Marketplace of Ideas
What economics-related stories are grabbing headlines this week? Check these out:
- The big headline from the Bureau of Labor Statistics’ American Time Use Survey this week is that Americans are sleeping more and working less. On average, we slept 8 hours and 44 minutes per day last year and worked just 3 hours and 28 minutes per day. Of course, as the Wall Street Journal points out, those average numbers are impacted by still-high levels of unemployment and the aging of the population. Labor economist Donald Grimes explains, “Essentially, the share of the population who works zero hours per day is growing faster than the employed.” The survey also shows that women tend to do slightly fewer hours of paid work than men, but they are still doing most of the housework, and they spend more time on childcare than men. Meanwhile, men spend more time than women on leisure activities. Of course, as the New York Times points out, Americans tend to let work permeate their lives: “Leisure may not feel like much fun if you spend it anticipating the next email.”
- Has the U.S. economy hit the end of the road for growth-boosting innovation? In a Wall Street Journal article this week, Professor Robert Gordon of Northwestern University argues that the outlook is bleak. Gordon is an influential economist, whose recent research showing that short-term unemployment has a bigger impact on inflation than long-term unemployment has turned heads at the Fed. Gordon says economies need technological breakthroughs to advance, but the biggest gains are behind us. Taking the other side of the debate is Gordon’s colleague at Northwestern, professor Joel Mokyr. He says the twenty-first century economy will benefit from rapid innovation in the fields of robotics, 3-D printing, and cloud computing. Two decades of IT advances have failed to boost the U.S. economy’s potential growth rate, but could unanticipated innovations in other fields have an impact? Mokyr says simply looking at output-based measures of the economy such as GDP miss important improvements in the standard of living. “Maybe the problem is that we didn’t measure growth in the past correctly,” says Mokyr. Only time will tell which economists’ crystal ball is most accurate.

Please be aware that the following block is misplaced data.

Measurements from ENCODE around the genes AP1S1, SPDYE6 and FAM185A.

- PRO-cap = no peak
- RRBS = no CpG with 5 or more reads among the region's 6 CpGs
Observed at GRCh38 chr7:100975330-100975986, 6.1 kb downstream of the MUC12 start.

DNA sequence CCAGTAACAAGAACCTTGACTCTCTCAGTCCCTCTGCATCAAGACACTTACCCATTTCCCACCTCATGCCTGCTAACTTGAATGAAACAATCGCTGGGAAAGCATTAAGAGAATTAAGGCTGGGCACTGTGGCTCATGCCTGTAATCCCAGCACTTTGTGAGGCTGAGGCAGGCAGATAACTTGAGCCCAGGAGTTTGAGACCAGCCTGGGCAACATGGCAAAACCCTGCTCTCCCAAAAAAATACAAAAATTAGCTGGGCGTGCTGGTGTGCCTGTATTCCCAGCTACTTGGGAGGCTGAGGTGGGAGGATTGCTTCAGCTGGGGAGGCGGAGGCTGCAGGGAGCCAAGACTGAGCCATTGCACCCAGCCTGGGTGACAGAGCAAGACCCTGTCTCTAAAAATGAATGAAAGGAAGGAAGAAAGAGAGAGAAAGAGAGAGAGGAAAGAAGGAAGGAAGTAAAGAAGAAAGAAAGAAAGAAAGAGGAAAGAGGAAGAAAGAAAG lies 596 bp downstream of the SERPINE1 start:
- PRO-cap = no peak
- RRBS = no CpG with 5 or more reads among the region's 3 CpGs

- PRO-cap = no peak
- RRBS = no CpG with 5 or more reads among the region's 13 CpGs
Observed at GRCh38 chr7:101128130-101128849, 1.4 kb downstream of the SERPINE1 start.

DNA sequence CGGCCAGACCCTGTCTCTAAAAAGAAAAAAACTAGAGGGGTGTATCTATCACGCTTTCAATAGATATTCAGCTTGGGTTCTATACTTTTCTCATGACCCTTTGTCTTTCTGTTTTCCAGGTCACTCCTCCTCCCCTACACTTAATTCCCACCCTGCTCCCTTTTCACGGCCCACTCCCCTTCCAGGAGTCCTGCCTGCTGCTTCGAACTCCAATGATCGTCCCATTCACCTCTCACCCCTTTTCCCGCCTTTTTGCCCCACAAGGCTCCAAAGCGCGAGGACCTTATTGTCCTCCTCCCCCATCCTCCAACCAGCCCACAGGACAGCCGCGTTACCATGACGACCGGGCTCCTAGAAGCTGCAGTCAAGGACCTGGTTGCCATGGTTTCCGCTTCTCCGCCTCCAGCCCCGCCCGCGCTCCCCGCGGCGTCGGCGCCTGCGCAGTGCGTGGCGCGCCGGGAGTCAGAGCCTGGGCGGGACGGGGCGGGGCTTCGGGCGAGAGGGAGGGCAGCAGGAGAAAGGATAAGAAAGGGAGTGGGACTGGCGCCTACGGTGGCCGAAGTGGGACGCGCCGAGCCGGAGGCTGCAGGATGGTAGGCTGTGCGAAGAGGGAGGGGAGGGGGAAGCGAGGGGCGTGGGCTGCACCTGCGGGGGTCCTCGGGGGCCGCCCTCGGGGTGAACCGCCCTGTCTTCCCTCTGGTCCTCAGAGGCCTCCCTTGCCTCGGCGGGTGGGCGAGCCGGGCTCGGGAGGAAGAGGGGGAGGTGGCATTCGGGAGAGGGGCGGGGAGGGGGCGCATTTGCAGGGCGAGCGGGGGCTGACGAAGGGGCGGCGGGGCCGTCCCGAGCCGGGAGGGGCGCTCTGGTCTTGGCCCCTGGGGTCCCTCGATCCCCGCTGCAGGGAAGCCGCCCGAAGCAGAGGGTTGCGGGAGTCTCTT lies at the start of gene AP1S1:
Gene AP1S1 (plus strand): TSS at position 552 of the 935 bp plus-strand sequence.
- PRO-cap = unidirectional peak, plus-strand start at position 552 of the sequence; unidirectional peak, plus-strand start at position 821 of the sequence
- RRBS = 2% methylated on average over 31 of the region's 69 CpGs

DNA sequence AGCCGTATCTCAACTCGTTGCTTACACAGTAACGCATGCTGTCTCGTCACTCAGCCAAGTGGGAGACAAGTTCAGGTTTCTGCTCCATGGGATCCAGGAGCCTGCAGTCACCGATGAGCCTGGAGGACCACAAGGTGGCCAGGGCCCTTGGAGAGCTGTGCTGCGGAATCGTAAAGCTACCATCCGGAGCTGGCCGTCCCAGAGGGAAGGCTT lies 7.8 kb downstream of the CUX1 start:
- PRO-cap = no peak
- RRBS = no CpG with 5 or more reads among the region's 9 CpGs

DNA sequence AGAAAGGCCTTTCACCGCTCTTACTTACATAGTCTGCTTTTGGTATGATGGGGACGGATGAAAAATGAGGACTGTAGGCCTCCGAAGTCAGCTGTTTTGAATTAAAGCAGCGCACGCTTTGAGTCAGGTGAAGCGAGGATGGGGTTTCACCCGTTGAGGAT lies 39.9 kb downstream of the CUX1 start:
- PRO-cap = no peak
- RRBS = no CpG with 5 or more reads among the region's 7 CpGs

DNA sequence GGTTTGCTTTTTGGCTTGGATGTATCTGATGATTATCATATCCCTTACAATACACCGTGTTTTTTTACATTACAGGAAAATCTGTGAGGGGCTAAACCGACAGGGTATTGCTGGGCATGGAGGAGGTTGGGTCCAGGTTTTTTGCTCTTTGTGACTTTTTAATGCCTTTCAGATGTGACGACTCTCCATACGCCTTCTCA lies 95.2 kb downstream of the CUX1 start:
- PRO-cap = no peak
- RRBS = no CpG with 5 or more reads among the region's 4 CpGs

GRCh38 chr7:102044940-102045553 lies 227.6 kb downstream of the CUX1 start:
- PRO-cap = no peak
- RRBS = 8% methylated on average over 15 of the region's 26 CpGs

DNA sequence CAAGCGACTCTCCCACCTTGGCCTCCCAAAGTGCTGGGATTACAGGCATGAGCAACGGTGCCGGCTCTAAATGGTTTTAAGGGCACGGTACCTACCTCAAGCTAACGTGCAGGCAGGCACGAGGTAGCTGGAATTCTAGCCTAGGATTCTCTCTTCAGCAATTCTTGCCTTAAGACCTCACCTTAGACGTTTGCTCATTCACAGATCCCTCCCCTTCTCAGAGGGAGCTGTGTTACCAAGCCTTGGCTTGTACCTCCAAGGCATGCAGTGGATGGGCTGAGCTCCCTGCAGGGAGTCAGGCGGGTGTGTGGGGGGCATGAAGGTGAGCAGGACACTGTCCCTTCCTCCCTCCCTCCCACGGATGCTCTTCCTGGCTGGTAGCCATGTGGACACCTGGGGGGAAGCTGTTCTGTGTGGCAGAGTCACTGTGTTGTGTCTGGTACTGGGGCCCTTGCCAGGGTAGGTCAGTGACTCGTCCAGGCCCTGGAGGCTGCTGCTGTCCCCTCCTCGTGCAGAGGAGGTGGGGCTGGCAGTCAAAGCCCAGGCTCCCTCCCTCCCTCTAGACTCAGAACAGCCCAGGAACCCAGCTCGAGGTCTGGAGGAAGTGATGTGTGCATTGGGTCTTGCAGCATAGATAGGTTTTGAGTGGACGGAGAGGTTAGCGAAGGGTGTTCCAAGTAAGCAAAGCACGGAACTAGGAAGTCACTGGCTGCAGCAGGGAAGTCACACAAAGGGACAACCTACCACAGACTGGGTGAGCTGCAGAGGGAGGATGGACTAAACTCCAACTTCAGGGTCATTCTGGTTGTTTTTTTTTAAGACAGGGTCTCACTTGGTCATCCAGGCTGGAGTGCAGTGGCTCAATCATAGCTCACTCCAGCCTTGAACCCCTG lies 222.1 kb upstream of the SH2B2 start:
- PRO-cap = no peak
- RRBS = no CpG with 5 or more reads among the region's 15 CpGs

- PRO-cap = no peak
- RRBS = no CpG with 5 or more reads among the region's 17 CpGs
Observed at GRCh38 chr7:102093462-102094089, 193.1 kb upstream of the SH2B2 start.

- Not every corporation considers maximizing shareholder profits to be its primary purpose. New Hampshire this week passed legislation recognizing benefit corporations, which focus on a triple bottom line: profits, people, and planet. Currently 24 states have benefit corporation laws and another dozen states are in the process of passing them. Entrepreneurs with socially minded goals can also seek certification with the firm B-Lab, which scores companies on their success at carrying out certain core values. So why are laws necessary for companies that want to provide a “tangible benefit to society, and the environment”? According to NPR, the laws provide protection from shareholder lawsuits against corporations that prioritize nonfinancial goals along with profits. The New York Times says certifying as a benefit corporation can also improve relations with stakeholders—such as employees, suppliers, customers, and community members. Colin Mayer, professor of management studies at the University of Oxford, argues in Firm Commitment that the interests of stakeholders should rank at least as high as shareholders—many are financially exposed to corporations through the commitments they make “in the same way as shareholders are to their financial investments.”